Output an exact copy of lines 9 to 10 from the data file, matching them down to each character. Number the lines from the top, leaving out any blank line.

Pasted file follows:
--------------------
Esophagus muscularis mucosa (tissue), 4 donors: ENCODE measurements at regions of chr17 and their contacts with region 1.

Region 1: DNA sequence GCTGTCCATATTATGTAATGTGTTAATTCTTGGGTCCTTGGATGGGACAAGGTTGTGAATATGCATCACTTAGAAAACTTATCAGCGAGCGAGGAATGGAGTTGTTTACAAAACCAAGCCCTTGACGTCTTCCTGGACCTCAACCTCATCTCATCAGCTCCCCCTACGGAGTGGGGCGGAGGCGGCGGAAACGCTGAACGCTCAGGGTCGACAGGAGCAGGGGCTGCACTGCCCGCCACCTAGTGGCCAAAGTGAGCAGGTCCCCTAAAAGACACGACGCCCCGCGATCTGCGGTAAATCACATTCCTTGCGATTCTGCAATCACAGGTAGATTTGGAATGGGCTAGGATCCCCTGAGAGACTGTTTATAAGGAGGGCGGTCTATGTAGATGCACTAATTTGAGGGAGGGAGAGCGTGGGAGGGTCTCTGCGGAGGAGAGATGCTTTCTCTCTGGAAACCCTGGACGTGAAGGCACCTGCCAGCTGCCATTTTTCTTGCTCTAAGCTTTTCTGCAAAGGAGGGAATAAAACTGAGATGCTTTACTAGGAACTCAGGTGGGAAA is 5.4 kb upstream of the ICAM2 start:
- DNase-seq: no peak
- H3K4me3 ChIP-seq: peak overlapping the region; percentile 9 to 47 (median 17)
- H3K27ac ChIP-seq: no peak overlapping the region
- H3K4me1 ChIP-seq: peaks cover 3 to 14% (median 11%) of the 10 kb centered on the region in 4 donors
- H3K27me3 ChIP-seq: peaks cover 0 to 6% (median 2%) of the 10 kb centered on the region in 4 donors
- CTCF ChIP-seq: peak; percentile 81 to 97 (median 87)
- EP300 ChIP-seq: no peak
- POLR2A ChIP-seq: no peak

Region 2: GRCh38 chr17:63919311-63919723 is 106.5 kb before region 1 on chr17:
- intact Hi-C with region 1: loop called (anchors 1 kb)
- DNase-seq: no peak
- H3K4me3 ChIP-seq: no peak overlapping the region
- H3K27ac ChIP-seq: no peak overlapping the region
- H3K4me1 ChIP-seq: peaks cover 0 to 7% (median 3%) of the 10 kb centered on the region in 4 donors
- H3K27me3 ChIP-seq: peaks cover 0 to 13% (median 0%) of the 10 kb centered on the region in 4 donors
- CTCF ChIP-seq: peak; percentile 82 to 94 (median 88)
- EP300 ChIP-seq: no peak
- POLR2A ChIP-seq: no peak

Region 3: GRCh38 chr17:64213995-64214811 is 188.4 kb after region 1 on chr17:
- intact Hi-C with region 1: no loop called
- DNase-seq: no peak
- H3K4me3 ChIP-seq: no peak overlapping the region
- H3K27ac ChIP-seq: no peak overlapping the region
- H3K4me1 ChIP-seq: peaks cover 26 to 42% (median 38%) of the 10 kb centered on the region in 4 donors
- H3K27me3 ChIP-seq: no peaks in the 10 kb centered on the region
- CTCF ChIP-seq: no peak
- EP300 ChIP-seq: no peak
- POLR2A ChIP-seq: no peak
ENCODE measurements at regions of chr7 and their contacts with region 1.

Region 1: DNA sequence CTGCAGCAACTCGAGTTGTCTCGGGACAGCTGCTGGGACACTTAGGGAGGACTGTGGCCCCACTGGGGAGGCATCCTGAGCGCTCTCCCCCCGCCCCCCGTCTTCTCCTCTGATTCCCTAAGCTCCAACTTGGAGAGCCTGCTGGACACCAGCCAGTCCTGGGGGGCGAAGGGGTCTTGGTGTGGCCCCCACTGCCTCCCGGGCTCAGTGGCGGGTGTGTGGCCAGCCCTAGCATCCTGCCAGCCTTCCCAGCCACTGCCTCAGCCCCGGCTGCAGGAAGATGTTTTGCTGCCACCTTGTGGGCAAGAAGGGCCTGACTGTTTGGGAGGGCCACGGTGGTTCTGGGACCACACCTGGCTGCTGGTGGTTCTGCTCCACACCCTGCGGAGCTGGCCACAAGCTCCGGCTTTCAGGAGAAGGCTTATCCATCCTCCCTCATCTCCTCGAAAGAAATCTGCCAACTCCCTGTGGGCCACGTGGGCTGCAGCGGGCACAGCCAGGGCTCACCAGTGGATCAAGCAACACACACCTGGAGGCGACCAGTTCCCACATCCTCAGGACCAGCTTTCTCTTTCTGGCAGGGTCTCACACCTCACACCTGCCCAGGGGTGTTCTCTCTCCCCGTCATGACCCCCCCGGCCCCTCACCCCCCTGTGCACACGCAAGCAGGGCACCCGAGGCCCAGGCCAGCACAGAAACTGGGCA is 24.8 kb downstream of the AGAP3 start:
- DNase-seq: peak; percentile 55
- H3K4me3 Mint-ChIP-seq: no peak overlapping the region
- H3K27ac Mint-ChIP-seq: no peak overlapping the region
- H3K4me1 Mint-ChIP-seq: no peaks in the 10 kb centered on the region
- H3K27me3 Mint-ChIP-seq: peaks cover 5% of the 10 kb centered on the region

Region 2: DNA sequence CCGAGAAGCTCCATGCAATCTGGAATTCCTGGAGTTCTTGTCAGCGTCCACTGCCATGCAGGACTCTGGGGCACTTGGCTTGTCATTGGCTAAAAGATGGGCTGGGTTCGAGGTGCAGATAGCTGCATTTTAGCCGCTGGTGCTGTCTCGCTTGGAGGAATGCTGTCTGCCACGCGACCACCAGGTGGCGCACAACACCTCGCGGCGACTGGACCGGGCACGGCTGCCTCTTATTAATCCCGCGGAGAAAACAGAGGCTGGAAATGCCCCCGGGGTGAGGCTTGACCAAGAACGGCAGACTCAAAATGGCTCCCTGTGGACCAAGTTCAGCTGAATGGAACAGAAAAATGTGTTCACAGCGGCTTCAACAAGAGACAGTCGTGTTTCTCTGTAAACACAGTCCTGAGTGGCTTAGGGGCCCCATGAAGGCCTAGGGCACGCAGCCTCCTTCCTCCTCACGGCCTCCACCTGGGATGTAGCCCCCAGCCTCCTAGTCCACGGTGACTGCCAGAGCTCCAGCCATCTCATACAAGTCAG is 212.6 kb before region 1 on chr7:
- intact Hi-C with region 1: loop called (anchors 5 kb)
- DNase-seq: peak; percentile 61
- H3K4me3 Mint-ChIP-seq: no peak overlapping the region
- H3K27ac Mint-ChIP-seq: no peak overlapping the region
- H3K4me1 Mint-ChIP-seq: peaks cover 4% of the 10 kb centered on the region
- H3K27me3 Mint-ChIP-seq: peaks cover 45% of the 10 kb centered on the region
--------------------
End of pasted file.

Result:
- EP300 ChIP-seq: no peak
- POLR2A ChIP-seq: no peak